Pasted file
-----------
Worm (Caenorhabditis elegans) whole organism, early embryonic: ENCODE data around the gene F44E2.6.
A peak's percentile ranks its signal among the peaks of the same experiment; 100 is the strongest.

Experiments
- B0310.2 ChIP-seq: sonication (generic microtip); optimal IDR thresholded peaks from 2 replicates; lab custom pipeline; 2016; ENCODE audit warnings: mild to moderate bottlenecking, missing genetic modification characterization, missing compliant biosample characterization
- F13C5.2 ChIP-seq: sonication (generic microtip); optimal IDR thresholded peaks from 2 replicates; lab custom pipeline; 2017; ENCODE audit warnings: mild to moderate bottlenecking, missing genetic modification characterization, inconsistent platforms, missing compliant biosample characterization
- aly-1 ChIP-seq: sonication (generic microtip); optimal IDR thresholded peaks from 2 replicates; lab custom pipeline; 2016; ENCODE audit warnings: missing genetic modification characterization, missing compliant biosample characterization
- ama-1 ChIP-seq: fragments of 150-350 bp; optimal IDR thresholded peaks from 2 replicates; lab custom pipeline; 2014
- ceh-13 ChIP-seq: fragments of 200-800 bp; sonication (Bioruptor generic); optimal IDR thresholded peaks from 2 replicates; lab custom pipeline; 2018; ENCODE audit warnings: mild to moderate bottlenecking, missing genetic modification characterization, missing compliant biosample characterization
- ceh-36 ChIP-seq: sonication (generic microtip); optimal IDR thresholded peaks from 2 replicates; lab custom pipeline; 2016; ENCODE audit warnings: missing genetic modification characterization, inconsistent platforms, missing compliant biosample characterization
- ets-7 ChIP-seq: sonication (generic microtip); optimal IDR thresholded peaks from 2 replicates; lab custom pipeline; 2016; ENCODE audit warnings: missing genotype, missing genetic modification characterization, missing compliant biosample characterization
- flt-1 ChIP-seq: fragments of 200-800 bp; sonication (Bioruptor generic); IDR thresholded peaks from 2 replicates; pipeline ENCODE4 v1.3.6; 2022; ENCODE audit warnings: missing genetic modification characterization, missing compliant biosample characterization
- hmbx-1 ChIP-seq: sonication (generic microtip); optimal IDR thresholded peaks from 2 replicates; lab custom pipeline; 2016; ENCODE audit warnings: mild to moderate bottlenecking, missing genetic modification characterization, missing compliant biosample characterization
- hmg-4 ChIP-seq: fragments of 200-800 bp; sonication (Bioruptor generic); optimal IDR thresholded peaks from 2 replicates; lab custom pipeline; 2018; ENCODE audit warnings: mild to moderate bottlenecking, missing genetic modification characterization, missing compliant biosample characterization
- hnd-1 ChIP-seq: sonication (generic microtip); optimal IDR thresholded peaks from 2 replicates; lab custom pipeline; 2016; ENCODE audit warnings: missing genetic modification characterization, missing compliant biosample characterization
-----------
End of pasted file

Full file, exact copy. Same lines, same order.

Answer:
Worm (Caenorhabditis elegans) whole organism, early embryonic: ENCODE data around the gene F44E2.6.
A peak's percentile ranks its signal among the peaks of the same experiment; 100 is the strongest.

Experiments
- B0310.2 ChIP-seq: sonication (generic microtip); optimal IDR thresholded peaks from 2 replicates; lab custom pipeline; 2016; ENCODE audit warnings: mild to moderate bottlenecking, missing genetic modification characterization, missing compliant biosample characterization
- F13C5.2 ChIP-seq: sonication (generic microtip); optimal IDR thresholded peaks from 2 replicates; lab custom pipeline; 2017; ENCODE audit warnings: mild to moderate bottlenecking, missing genetic modification characterization, inconsistent platforms, missing compliant biosample characterization
- aly-1 ChIP-seq: sonication (generic microtip); optimal IDR thresholded peaks from 2 replicates; lab custom pipeline; 2016; ENCODE audit warnings: missing genetic modification characterization, missing compliant biosample characterization
- ama-1 ChIP-seq: fragments of 150-350 bp; optimal IDR thresholded peaks from 2 replicates; lab custom pipeline; 2014
- ceh-13 ChIP-seq: fragments of 200-800 bp; sonication (Bioruptor generic); optimal IDR thresholded peaks from 2 replicates; lab custom pipeline; 2018; ENCODE audit warnings: mild to moderate bottlenecking, missing genetic modification characterization, missing compliant biosample characterization
- ceh-36 ChIP-seq: sonication (generic microtip); optimal IDR thresholded peaks from 2 replicates; lab custom pipeline; 2016; ENCODE audit warnings: missing genetic modification characterization, inconsistent platforms, missing compliant biosample characterization
- ets-7 ChIP-seq: sonication (generic microtip); optimal IDR thresholded peaks from 2 replicates; lab custom pipeline; 2016; ENCODE audit warnings: missing genotype, missing genetic modification characterization, missing compliant biosample characterization
- flt-1 ChIP-seq: fragments of 200-800 bp; sonication (Bioruptor generic); IDR thresholded peaks from 2 replicates; pipeline ENCODE4 v1.3.6; 2022; ENCODE audit warnings: missing genetic modification characterization, missing compliant biosample characterization
- hmbx-1 ChIP-seq: sonication (generic microtip); optimal IDR thresholded peaks from 2 replicates; lab custom pipeline; 2016; ENCODE audit warnings: mild to moderate bottlenecking, missing genetic modification characterization, missing compliant biosample characterization
- hmg-4 ChIP-seq: fragments of 200-800 bp; sonication (Bioruptor generic); optimal IDR thresholded peaks from 2 replicates; lab custom pipeline; 2018; ENCODE audit warnings: mild to moderate bottlenecking, missing genetic modification characterization, missing compliant biosample characterization
- hnd-1 ChIP-seq: sonication (generic microtip); optimal IDR thresholded peaks from 2 replicates; lab custom pipeline; 2016; ENCODE audit warnings: missing genetic modification characterization, missing compliant biosample characterization